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More Immigration Petitions May Be Denied Outright Under New USCIS Policy

On September 11, 2018, the U.S. Citizenship and Immigration Services started implementing a new policy with regard to the “Issuance of Certain RFEs and NOIDs”. The new Policy Memorandum was published on July 13, 2018 and is identified as PM-602-0163. Under this policy, USCIS examiners may deny an application, petition, or request without first issuing a Request for Evidence (RFE) or a Notice of Intent to Deny (NOID) if initial evidence is not submitted or if the evidence in the record does not establish eligibility.

This new policy rescinded the long time rule enacted under the USCIS 2013 Policy Memo which required USCIS examiners to issue RFEs or Notices of Intent to Deny (NOID) if it appears that the petition is approvable upon submission of additional documents. The reason given by USCIS for the issuance of this policy is to discourage frivolous or substantially incomplete filings used as “placeholder” filings and encourage applicants, petitions and requestors to be diligent in collecting and submitting requested evidence. Interestingly, the USCIS states that it is not intended to penalize filers of innocent mistakes or misunderstanding of evidentiary requirements. But implementing the policy as written in the new Policy Memorandum will have the effect of penalizing filers of “innocent mistakes” by depriving them of opportunity to correct the error. How is this new policy applied?

James, a U.S. citizen filed a petition for his spouse Jane. He submitted the accomplished forms I-130, G325s with supporting documents. When his petition is being examined, James appear to have had marriages and divorces prior to marrying Jane. He did not submit copies of his divorce decrees.

Before September 11, 2018, the U.S.Citizenship and Immigration Services will send a Request for Evidence providing James an opportunity to prove that he was indeed divorced by submitting certified copies of divorce judgment. After USCIS receives the requested documents, the petition will be approved. But with the new policy effective September 11, 2018, failure to show eligibility on initial filing will result in outright denial without an opportunity to correct it through an RFE. This means without proof of eligibility, the petition may be denied right away based on the new guidance. USCIS mentions in the published guidance that if the regulations, the statute or form instructions require the submission of an official document or other form of evidence establishing eligibility at the time of filing and there is no submission, the petition may be denied.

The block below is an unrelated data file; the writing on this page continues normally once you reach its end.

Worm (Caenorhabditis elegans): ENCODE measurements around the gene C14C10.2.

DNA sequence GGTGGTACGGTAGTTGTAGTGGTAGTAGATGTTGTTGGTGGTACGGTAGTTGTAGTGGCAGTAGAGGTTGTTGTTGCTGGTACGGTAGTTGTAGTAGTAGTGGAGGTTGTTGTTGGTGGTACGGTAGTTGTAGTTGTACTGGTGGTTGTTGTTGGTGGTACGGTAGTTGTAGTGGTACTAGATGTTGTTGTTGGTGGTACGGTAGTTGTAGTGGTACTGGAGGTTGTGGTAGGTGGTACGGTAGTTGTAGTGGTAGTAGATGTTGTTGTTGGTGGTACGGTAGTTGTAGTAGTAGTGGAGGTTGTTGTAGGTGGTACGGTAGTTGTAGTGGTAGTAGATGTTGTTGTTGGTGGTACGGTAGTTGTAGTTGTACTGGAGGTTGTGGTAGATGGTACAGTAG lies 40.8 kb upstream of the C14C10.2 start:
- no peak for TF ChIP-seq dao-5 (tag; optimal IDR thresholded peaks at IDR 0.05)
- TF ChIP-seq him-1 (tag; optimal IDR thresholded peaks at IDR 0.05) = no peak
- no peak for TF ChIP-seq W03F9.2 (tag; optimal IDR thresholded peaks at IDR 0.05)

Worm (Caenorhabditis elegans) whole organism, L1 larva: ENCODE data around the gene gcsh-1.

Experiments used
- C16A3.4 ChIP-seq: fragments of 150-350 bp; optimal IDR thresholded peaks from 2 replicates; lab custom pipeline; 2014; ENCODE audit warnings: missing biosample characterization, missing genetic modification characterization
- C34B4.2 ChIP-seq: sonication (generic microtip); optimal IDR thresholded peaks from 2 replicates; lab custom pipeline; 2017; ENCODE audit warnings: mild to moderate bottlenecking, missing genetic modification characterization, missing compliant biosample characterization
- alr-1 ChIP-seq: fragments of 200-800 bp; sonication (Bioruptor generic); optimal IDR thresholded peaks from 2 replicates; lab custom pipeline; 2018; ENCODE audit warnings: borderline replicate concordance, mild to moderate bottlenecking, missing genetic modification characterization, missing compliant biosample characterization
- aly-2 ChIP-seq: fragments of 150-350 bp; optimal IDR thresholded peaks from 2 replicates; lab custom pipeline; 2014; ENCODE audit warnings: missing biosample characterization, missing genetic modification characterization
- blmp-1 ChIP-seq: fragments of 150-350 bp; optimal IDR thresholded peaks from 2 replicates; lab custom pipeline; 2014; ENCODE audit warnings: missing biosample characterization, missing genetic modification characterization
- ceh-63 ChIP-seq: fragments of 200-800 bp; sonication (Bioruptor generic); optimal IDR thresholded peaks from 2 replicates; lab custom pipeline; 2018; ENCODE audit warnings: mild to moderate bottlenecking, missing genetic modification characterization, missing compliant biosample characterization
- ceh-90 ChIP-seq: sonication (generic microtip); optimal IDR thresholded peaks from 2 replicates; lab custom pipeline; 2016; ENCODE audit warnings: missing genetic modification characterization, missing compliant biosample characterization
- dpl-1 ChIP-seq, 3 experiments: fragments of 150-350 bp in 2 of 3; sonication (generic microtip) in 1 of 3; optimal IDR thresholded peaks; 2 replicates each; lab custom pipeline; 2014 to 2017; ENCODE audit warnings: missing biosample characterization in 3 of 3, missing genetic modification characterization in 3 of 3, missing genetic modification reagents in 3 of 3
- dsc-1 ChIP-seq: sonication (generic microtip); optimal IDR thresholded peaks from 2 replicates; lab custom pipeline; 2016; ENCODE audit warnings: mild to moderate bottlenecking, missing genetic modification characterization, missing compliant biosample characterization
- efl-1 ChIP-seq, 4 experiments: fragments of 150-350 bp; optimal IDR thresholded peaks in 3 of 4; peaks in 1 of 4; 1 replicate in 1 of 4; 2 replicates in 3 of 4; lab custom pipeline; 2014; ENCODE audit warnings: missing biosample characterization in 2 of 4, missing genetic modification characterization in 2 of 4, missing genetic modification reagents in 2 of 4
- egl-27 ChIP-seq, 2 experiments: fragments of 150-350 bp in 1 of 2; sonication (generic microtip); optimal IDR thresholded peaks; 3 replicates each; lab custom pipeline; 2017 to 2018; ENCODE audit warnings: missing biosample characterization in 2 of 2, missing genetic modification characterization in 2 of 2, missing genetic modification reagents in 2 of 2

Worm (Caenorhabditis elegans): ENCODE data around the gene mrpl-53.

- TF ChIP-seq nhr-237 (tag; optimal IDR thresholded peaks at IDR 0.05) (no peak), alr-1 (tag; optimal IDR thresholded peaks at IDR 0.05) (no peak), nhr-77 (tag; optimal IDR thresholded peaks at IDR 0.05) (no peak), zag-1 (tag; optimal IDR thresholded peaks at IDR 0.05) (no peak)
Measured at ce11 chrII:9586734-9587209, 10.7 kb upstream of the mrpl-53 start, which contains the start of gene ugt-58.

Immigration Benefits Affected

Petitioners and applicants who file immigration benefit applications with USCIS will be affected by this new policy. This includes the following applications and petitions filed after September 11, 2018: naturalization applications, all family based petitions, temporary work visas such as H1Bs, Os and other business related visas, immigrant petitions and adjustment of status under any preference category, or the Violence Against Women Act.

The new policy will make it easier for USCIS to deny petitions and applications. If the request for immigration benefit is denied under the new policy, a new application or petition may be re-filed with new supporting documents but they will be penalized with paying a new filing fee.

In June 28, 2018, there was another USCIS proposed policy that mandates USCIS to put in removal proceedings those individuals with denied applications and petitions if the effect of the denial would render the individual applicant or beneficiary to be in unlawful status. This will have a devastating effect on significant number of applicants or beneficiaries with denied petitions. Also, this will result in the unnecessary use of of government resources to put them in removal proceedings because most of these individuals would have their immigration benefits granted anyway if provided with the right opportunity to do so.

To avoid the harsh consequence of this new policy, one must be very diligent in preparing USCIS petitions and applications. Consulting with legal professionals before filing will be a prudent step in order to ensure that they are eligible for the benefits being applied for and that they have approvable applications and petitions.

(Lourdes Santos Tancinco, Esq is a partner at the Tancinco Law Offices, a Professional Law Corp. Her office is located at One Hallidie Plaza, Ste 818, San Francisco CA 94102 and may be reached at 1-888-930-0808; email at law@tancinco.com, www.facebook.com/tancincolaw or visit website at www.tancinco.com.)

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